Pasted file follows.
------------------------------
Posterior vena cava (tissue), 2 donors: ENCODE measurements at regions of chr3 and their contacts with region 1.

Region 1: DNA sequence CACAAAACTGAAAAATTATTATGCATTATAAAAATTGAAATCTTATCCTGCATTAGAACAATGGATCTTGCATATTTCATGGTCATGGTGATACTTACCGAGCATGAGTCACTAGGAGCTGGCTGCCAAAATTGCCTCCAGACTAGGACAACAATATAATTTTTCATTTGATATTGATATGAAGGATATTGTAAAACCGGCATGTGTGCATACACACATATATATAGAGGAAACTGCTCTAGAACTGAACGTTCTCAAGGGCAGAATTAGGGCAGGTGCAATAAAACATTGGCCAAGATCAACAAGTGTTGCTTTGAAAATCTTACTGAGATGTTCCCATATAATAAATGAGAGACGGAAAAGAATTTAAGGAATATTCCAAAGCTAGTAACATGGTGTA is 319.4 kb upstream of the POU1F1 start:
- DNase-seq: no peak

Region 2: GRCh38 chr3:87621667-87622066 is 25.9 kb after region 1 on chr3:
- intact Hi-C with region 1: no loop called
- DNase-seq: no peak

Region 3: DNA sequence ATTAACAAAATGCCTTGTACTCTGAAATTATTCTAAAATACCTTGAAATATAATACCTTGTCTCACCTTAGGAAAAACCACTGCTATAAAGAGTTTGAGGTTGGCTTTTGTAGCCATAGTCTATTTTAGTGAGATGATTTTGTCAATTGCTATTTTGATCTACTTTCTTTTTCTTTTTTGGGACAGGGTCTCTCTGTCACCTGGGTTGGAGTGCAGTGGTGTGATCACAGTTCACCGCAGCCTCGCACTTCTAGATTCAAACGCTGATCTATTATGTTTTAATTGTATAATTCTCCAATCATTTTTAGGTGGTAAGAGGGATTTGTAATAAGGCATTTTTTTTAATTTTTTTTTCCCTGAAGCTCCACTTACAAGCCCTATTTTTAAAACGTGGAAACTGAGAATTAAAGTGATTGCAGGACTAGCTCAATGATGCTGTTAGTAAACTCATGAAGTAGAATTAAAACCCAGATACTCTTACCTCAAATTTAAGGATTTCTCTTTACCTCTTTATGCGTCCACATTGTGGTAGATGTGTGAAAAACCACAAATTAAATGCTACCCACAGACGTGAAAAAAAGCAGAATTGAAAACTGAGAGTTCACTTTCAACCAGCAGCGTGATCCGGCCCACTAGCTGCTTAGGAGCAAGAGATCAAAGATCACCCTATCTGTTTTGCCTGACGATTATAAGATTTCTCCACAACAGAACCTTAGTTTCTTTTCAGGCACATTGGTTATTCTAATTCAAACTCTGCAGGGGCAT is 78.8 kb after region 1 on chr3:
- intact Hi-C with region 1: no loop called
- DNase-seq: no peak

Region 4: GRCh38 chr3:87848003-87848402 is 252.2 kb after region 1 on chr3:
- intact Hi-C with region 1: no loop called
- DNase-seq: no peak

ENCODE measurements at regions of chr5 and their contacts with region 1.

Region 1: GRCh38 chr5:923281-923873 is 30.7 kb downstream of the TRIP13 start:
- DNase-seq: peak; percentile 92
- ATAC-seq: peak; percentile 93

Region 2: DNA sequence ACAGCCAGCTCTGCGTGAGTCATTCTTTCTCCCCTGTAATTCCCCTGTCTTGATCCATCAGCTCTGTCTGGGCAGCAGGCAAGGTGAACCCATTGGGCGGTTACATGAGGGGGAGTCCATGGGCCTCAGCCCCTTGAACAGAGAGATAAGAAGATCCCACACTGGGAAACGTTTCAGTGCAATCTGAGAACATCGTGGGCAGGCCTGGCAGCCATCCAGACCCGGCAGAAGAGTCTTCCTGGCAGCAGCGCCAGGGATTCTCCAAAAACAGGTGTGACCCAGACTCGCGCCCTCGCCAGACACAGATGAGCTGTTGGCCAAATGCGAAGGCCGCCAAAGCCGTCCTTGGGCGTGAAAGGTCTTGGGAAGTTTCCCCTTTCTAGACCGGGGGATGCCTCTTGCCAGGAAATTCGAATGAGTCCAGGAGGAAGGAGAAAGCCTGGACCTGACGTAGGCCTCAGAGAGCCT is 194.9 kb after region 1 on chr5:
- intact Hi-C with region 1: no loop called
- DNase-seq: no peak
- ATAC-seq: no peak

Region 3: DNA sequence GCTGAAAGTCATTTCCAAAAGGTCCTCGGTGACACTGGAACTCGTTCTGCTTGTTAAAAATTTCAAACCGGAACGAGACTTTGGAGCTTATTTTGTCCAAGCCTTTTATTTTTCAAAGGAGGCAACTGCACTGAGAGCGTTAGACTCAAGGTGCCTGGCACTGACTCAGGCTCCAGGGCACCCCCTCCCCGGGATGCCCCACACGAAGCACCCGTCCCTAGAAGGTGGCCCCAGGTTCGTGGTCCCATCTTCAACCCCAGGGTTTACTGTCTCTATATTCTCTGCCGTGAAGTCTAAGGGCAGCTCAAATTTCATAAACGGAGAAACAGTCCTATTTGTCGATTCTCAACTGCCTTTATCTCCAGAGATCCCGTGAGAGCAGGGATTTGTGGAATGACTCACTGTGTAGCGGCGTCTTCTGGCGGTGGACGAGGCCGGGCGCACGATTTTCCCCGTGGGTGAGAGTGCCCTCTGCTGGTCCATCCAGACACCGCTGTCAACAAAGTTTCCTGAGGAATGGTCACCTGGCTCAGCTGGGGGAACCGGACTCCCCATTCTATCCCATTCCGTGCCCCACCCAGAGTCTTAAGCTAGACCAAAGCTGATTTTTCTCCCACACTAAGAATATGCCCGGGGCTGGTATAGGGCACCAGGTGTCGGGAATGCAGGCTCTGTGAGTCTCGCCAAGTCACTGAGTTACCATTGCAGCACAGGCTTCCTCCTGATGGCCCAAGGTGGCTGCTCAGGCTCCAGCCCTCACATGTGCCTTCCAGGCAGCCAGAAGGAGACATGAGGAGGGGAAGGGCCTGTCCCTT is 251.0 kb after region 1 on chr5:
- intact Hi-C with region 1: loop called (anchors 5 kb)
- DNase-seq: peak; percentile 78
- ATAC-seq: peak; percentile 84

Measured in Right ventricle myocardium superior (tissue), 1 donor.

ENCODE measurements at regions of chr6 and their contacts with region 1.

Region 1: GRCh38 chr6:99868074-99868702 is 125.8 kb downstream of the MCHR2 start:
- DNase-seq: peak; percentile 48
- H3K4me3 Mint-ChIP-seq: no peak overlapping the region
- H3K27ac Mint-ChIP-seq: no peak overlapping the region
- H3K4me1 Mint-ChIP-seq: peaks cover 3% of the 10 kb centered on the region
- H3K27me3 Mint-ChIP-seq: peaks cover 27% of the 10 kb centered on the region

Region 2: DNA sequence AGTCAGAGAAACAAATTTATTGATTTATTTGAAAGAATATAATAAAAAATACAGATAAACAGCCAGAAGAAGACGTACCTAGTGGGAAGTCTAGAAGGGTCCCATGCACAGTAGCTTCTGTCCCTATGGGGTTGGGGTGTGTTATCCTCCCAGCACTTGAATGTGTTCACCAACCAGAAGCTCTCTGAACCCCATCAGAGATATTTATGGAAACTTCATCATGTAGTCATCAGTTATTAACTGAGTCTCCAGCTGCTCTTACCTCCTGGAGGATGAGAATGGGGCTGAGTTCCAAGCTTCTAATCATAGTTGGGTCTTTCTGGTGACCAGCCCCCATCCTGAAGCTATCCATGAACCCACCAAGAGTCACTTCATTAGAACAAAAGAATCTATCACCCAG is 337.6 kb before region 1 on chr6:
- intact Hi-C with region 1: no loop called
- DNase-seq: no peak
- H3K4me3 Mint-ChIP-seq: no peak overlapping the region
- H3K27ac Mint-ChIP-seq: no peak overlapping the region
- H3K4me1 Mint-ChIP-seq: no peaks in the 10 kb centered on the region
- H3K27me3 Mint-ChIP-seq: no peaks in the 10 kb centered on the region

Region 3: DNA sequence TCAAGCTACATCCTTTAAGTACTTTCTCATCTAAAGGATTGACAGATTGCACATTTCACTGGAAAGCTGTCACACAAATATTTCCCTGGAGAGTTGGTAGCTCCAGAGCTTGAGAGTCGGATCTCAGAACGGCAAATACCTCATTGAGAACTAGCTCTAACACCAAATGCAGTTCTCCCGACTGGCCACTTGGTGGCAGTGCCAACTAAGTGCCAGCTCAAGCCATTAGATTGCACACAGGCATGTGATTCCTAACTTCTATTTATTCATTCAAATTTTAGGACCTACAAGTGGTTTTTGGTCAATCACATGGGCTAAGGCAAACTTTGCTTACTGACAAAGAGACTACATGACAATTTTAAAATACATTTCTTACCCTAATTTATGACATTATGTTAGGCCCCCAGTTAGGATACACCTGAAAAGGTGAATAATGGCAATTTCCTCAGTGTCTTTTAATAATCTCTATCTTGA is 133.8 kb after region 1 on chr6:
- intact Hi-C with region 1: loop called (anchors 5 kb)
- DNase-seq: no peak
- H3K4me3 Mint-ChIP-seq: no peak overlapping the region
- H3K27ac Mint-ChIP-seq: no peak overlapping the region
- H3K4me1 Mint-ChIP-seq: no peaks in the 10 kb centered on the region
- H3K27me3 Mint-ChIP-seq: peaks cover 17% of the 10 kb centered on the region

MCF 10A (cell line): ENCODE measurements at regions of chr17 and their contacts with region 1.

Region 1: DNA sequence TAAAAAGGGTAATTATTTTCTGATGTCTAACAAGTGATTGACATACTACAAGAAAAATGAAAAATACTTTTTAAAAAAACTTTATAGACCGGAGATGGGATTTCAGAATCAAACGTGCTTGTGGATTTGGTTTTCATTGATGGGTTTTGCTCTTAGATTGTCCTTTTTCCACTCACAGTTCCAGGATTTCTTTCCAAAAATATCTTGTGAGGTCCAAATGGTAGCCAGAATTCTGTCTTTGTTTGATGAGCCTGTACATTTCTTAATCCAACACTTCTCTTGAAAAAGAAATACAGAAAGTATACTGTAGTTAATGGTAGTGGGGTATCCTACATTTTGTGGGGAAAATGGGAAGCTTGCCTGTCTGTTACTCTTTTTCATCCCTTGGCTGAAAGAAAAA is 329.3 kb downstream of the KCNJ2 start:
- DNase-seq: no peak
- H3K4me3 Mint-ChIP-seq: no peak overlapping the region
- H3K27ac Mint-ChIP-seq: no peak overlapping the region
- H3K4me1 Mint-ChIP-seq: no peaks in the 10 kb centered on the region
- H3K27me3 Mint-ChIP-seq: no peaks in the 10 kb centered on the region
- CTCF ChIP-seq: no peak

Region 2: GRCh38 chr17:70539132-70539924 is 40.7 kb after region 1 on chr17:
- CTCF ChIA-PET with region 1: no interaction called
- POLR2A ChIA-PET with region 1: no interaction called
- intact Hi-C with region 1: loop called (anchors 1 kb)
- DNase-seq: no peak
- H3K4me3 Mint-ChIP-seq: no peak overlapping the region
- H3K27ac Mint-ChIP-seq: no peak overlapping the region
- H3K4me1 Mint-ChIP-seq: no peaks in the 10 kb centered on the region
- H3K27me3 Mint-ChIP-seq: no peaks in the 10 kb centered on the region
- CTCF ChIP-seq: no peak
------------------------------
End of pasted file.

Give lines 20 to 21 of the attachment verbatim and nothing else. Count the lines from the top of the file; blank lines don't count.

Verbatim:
- ATAC-seq: no peak

Region 3: DNA sequence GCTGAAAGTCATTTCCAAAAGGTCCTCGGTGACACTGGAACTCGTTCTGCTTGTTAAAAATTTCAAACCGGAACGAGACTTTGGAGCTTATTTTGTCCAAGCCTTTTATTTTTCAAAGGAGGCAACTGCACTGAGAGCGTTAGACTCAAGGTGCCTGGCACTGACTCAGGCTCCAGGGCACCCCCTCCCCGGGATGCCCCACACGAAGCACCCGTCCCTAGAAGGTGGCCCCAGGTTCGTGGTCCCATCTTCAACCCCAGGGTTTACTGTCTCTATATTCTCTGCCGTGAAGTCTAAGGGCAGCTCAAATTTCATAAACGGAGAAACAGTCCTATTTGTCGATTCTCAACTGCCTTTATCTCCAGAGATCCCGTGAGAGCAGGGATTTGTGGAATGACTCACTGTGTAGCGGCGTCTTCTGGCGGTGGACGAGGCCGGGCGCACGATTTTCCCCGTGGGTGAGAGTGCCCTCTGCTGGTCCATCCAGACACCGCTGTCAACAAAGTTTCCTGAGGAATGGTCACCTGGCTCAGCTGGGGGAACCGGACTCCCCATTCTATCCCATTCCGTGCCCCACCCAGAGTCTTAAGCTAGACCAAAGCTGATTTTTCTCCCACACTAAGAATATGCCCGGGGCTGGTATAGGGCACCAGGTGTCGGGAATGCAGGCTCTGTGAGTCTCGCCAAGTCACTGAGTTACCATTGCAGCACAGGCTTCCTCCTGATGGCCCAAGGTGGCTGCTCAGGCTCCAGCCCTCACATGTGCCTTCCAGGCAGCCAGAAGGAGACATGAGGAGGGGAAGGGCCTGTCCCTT is 251.0 kb after region 1 on chr5: